Florida’s Endangered Manatees
Posted by Jody on September 14, 2011
One of our favorite places to visit is Venice Beach in Venice, Florida. We were once told by friendly local folks that we should be able to view Florida’s endangered manatees and dolphins from the jetty. So when we headed to Venice’s South Jetty at Humphris Park to watch a beautiful Gulf of Mexico sunset, we also went with hopes of seeing the local marine life. To our great delight, we really were able to spot both endangered manatees and dolphins! Because we have spotted dolphins on many beach trips before, the real highlight of the evening was to see the easygoing “sea cows,” even if they were mostly submerged. It was so exciting to see a manatee in its natural environment, slowly lumbering along in the inlet.
The manatee (aka: West Indian manatee – Trichechus manatus) is the official state marine mammal of Florida. The West Indian manatee has been listed as an endangered species since 1967. In 1978, through the Florida Manatee Sanctuary Act, Florida designated the entire State as a “refuge and sanctuary for manatees”. Today, the greatest threats to the survival of the endangered manatee are collisions with boats and the loss of Florida’s warm water habitats.
“Manatees move between fresh-water, brackish, and saltwater environments. They prefer large, slow-moving rivers, river mouths, and shallow coastal areas such as coves and bays.” (US Fish & Wildlife Service) These strictly plant eating “gentle giants” are not a rare sight along Florida’s shallow coastal areas and slow-moving rivers. In fact, Florida’s endangered manatees can be found in 46 out of 67 Florida counties. In the United States and its territories, West Indian manatees are known to or are believed to inhabit areas of Alabama, Florida, Georgia, Louisiana, Mississippi, North Carolina, South Carolina, Texas and Puerto Rico.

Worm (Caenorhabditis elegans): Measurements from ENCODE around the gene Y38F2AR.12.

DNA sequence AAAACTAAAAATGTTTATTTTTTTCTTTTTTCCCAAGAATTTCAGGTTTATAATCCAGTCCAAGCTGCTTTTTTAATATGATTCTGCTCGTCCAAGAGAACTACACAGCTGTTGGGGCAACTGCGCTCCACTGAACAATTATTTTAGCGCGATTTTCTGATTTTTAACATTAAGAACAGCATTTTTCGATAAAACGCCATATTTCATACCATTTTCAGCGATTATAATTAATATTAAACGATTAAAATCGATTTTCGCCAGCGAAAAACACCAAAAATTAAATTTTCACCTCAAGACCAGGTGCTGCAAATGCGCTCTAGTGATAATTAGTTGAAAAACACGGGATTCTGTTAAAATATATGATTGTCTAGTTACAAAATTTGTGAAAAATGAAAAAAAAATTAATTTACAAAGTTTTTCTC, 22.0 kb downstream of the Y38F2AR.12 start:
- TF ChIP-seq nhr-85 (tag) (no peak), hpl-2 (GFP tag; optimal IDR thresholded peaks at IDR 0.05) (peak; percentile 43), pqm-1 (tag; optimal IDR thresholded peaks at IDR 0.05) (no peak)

The US Fish & Wildlife Service has a very informative article on Florida’s endangered manatee which includes their behavior and diet, threats to their survival and efforts for their recovery.
Sadly, we do not have an official state marine mammal of New Mexico. We do have an official state question, though. “Red or green?” It’s usually a good idea to go with the locals’ suggestions in New Mexico, too.
Have a great day at the beach! -J-
If you’d like to read another article on Venice area beaches click here.
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